The Magic Order secretly battles threats to humanity and keeps the peace - until now. A renegade group of magicians led by the evil Madame Albany is challenging the current Order, headed up by the patriarch of the Moonstone family, for power, and removing anyone in their way via the mysterious and deadly assassin, The Venetian. But do the Moonstones have a trick up their sleeve to prevail against this seemingly unstoppable onslaught…? This is Mark Millar’s best comic since the first Jupiter’s Le The Magic Order secretly battles threats to humanity and keeps the peace - until now. A renegade group of magicians led by the evil Madame Albany is challenging the current Order, headed up by the patriarch of the Moonstone family, for power, and removing anyone in their way via the mysterious and deadly assassin, The Venetian. But do the Moonstones have a trick up their sleeve to prevail against this seemingly unstoppable onslaught…? This is Mark Millar’s best comic since the first Jupiter’s Legacy, which isn’t to say that either are that good but are surprisingly less terrible than Millar’s usual standard! And like Jupiter’s Legacy, this is a story of an extraordinary, albeit dysfunctional, family. Cordelia Moonstone is a carbon copy of Chloe Sampson and the flashback to the family battling Lovecraftian monsters was just like the flashbacks in Legacy. On the subject of derivative, Moonstone Castle and Uncle Edgar are basically The Dreaming and Lucien the Librarian from Neil Gaiman’s Sandman, and The Venetian strongly reminded me of Guy Davis’ The Marquis. The story is very simplistic: hero magicians vs villain magicians, ditto Madame Albany’s motivations and appearance - she’s the baddie so she wears a gimp mask and doesn’t have pupils! Still, the ways the magicians are assassinated by the Venetian were really imaginative and compelling - definitely the best part of the book. And, while it is simplistic, I wouldn’t say the story was that dull or predictable, beyond the obvious question of whether good will triumph over evil. That ending though: oof, what a cop-out! And the reveal of the Venetian and their motivations will only be palatable to those who thought Anakin’s reasoning for turning to the Dark Side in Revenge of the Sith was satisfying! Olivier Coipel’s art was outstanding. He really sells the unusual deaths of the magicians perfectly, showing the reader some truly remarkable things (I’m thinking in particular of the death at the end of the first issue). The Venetian is a strikingly menacing figure too, and the book’s visuals as a whole benefit enormously from multi-award-winning colourist Dave Stewart’s usual incredible work. The Magic Order has its flaws though not as many as you might expect from latter-day Mark Millar. It’s a great-looking comic that holds the attention and even occasionally entertains - not too shabby!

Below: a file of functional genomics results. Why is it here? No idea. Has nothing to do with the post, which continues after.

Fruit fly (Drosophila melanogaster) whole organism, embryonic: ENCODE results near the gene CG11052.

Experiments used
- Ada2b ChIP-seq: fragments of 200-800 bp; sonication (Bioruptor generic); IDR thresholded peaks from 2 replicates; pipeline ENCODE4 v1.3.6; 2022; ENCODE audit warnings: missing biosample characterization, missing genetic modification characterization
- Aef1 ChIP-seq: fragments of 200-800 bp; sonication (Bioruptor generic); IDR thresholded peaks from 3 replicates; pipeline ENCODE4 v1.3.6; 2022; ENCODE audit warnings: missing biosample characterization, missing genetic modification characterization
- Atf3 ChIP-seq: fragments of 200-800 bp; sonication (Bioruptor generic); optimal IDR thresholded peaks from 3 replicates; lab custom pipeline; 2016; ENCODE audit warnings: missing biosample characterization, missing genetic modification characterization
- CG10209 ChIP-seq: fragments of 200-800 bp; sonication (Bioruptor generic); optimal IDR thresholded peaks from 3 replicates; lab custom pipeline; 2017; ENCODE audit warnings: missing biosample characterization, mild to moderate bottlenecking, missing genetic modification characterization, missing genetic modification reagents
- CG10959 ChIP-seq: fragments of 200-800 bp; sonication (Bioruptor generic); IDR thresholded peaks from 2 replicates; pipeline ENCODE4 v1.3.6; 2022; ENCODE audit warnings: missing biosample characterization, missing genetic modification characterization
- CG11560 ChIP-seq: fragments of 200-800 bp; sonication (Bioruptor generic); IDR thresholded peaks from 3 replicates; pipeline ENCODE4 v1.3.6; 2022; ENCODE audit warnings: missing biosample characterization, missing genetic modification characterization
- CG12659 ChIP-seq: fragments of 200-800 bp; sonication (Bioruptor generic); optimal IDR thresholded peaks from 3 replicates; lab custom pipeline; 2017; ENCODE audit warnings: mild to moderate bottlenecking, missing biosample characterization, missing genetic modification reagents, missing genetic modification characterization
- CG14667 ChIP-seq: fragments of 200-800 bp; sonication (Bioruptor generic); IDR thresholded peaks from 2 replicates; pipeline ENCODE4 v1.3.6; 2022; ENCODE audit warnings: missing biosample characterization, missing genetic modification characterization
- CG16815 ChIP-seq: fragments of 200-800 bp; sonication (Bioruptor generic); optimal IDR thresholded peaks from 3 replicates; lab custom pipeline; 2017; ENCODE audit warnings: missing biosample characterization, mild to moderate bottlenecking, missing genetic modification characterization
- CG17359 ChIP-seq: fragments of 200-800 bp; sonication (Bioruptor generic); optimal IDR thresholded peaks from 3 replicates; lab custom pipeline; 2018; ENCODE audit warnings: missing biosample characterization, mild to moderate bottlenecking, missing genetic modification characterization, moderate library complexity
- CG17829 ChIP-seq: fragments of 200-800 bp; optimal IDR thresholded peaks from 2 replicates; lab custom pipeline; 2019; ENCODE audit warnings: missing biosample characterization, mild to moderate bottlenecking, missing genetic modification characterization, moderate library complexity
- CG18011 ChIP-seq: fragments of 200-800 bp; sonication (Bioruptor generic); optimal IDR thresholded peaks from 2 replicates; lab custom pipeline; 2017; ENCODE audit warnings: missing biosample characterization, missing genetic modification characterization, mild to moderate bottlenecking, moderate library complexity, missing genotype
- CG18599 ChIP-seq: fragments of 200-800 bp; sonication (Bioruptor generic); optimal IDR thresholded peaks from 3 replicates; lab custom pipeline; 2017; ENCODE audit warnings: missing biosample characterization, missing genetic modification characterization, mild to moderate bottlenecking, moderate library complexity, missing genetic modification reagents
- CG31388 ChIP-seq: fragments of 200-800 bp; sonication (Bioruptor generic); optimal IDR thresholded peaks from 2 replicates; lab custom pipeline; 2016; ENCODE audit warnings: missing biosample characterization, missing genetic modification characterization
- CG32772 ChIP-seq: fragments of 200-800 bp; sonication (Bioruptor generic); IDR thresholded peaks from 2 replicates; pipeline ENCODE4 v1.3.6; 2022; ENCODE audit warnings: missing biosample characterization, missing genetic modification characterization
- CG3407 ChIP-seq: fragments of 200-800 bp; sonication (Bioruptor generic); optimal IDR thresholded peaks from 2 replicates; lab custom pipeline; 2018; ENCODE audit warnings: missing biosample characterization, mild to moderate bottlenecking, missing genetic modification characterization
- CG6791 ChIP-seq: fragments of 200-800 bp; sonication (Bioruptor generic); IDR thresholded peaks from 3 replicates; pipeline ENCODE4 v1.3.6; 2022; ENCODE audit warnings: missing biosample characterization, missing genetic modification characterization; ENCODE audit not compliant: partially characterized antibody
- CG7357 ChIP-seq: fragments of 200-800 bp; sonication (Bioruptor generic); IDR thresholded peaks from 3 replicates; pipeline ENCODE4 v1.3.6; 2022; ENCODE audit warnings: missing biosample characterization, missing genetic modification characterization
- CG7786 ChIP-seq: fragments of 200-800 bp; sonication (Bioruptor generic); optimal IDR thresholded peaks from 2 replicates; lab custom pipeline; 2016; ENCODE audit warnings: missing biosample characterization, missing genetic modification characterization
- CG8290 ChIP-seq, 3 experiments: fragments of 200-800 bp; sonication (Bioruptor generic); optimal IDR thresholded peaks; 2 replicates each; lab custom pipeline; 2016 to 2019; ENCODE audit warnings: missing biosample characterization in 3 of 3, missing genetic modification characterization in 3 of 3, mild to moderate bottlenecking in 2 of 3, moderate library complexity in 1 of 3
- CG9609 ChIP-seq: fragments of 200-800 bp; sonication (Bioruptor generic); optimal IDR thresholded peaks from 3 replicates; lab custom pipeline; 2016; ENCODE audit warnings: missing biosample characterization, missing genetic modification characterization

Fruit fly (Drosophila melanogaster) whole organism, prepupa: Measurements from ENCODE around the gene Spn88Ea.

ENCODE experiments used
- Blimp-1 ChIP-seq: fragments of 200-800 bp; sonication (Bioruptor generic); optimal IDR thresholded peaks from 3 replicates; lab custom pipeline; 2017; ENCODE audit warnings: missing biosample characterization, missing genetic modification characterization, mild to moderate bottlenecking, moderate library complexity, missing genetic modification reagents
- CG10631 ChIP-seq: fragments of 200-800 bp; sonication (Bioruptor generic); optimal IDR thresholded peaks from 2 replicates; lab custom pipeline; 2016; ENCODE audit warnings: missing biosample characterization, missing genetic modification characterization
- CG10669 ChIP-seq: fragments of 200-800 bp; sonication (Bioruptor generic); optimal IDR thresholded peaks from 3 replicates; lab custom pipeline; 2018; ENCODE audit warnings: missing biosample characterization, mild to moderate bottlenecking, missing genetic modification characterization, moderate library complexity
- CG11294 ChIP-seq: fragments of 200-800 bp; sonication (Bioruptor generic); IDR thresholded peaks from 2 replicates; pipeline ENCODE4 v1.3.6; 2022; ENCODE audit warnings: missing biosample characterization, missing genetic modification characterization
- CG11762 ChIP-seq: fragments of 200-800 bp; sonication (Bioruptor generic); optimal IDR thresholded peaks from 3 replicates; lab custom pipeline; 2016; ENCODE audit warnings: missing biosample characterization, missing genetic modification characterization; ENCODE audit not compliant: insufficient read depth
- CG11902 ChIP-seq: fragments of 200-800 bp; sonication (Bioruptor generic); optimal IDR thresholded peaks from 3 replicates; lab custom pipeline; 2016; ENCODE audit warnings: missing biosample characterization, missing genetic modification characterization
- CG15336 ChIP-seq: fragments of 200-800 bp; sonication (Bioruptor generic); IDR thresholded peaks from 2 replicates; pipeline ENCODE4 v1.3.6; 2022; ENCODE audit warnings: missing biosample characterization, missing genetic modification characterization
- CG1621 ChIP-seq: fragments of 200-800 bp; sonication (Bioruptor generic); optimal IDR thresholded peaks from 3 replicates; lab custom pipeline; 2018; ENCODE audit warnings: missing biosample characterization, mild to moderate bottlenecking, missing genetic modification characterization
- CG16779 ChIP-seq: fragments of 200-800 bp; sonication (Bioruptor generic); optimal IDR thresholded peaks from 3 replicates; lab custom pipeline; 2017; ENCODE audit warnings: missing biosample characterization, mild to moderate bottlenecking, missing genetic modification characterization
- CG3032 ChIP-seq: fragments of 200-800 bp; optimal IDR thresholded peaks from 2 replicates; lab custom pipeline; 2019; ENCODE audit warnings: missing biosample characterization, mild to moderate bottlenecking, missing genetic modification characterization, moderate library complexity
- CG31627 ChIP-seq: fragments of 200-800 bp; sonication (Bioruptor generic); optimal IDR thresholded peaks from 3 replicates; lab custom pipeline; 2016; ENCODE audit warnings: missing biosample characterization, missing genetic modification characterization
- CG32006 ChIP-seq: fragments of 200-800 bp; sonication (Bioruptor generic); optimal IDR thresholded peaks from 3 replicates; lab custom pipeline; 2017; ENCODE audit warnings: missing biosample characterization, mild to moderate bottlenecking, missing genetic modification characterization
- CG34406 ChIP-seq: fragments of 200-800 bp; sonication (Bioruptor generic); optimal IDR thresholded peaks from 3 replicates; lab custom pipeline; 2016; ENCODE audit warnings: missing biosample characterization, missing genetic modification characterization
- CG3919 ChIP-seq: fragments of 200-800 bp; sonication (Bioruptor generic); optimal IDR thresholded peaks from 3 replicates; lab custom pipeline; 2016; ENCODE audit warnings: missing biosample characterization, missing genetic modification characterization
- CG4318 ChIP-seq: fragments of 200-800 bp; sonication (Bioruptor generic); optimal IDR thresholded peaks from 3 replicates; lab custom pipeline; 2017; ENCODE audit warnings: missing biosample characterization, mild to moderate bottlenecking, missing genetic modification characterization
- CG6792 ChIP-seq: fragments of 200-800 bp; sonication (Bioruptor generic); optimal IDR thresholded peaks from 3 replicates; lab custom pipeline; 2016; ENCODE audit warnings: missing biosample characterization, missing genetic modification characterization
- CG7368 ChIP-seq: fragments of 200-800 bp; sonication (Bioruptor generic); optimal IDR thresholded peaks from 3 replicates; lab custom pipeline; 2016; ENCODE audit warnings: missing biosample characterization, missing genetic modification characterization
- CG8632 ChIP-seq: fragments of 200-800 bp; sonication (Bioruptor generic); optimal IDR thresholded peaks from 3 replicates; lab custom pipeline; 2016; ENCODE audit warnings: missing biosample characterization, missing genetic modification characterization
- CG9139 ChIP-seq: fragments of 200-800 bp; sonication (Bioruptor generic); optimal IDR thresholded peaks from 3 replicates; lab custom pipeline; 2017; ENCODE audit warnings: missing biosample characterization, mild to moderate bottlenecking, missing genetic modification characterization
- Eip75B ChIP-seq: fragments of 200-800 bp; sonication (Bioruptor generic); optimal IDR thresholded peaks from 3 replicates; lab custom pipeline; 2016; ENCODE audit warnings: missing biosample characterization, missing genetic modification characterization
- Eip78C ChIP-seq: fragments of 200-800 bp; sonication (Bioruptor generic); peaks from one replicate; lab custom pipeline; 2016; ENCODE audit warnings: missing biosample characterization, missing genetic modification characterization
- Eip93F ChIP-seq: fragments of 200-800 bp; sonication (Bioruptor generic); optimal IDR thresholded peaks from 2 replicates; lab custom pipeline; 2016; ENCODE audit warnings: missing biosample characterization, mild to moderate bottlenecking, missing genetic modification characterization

4. 4 out of 5